The back-story behind the 'cat scan' and 'Lab test' joke
You’ve all heard the gag. It’s the one about the guy who goes to the doctor with an unidentified malady then has a cat walk around him and a Labrador retriever sniff him before the doc hands him a big bill for a “cat scan” and “Lab test.” (I know. It was funnier the first time.) But as all jokes go, there’s a bit of truth behind the humor.
As most of us pet watchers already know, pets are excellent sentinels for disease.
One recent example in the medical literature demonstrated that dogs trained to detect the aroma of lymphoma cancer cells in urine did so quite accurately. One dog went so far as to inform the researchers that their control group (unaffected by cancer) was currently suffering from a previously undetected kidney malignancy.
Another great example of uncanny accuracy in disease process recognition involves the success of dogs in predicting seizures. Many people with epilepsy now rely on trained dogs to signal when they’re about to have a seizure so they can get in a safe place and position.
These examples tell us nothing many of us weren’t convinced of just by paying attention to our pets’ behavior. When we’re sick they act funny. I know a woman who swears by her tried and true method of ascertaining whether her preschooler is going to wake up with a fever. The cat sleeps at the child’s door all night. I’m sure a lot of you have similar stories.
If dogs are sensitive to the impending signs of organic disease manifestation in humans it stands to reason they might be more so when it comes to their own. One well-documented scenario involves inter-cat or inter-dog aggression. In these cases, dogs that have always gotten along perfectly well will suddenly start fighting or avoiding one another. Cats do it, too.
A few years ago my own dogs started fighting weeks before one started having seizures. He was later diagnosed with a brain tumor. Ever since, I pay close attention to dogs and cats with bite wounds sustained from their household brethren. I often ask to see the aggressor as well, offering full work-ups of all pets involved should the aggression persist and no obvious behavioral cause present itself (a move, new baby, etc.).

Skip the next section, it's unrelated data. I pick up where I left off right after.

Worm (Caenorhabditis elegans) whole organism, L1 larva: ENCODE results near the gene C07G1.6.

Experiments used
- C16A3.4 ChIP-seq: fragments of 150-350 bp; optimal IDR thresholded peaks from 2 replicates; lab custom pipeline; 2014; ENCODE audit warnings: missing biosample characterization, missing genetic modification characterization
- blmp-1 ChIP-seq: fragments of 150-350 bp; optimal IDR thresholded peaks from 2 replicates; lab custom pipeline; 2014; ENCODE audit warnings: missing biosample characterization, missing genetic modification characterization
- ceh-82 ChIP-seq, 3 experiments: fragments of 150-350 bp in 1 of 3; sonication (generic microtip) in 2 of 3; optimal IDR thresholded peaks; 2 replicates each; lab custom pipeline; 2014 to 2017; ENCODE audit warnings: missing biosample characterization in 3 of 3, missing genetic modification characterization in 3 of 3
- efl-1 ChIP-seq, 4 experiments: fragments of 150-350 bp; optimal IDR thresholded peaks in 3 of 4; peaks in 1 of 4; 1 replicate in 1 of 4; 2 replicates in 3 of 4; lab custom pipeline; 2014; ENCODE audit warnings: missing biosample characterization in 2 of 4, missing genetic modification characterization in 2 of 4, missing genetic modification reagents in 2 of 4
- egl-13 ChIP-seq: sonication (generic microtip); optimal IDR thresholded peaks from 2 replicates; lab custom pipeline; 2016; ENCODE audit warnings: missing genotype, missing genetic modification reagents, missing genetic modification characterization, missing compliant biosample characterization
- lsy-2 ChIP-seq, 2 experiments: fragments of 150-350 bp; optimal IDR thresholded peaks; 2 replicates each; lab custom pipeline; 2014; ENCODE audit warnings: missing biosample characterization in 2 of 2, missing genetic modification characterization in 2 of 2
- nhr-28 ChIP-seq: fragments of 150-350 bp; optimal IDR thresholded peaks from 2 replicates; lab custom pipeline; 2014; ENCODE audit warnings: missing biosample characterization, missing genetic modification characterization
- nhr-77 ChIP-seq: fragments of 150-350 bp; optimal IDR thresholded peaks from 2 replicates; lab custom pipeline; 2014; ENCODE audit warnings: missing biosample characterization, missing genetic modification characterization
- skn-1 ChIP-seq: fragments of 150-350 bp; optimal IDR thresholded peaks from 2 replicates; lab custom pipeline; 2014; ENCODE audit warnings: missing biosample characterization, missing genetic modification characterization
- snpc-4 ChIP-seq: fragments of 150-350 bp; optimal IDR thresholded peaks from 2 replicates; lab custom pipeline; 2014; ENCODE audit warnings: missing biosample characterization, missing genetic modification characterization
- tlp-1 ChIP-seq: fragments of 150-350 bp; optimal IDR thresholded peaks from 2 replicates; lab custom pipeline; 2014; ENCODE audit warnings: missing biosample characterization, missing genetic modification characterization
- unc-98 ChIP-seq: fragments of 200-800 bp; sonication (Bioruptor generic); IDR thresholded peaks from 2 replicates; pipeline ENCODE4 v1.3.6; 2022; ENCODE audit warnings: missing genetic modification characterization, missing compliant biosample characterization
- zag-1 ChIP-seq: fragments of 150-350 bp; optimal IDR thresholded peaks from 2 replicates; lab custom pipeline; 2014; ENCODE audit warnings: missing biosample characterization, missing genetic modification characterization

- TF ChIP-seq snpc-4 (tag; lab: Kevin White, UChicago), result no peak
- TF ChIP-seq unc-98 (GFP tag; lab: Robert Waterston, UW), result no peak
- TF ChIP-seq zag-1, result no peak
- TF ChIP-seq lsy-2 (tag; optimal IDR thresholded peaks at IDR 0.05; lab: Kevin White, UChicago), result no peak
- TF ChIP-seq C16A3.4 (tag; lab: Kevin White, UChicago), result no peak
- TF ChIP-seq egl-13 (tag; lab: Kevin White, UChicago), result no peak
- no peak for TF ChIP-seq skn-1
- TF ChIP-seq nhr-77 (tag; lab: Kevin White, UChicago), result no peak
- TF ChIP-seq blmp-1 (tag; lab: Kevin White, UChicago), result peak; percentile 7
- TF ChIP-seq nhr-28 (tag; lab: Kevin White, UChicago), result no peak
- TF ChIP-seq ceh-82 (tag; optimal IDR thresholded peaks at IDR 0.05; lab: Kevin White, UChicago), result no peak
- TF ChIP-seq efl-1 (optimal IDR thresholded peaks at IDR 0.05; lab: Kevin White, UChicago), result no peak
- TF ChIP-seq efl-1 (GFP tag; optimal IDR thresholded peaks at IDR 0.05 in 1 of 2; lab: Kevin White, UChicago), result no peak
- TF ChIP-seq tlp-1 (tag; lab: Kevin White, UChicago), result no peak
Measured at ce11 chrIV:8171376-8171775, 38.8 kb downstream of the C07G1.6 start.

Over this last weekend my mother’s dogs were suddenly at odds. Her hellion of a Jack Russell turned into a submissive shrinking violet when faced with her normally mild, dingo-dog housemate. We were mystified when they fought over Sunday’s breakfast. (Wow! They’ve never done that before.) By Sunday night the Jack’s neck was bleeding from a [previously undetected] abscessed puncture wound she’d obviously sustained days before (probably tussling with an opossum in her wooded yard).
Sometimes the “cat scan” and “Lab test” are far more sensitive than anything science can devise. It’s worth our while to keep this in mind. If only I’d done so I might have spared my mom’s Jack a few hours of pain and stress. She perked right up after a Sunday night trip to the vet for fluids and antibiotics. Lucky for her she’s got an aunt in the business.
Here's a pic of the dingo-dog (Miss Brown) and another of the usually terror-inspiring Jack (Flor) pictured with my son during her hospital visit.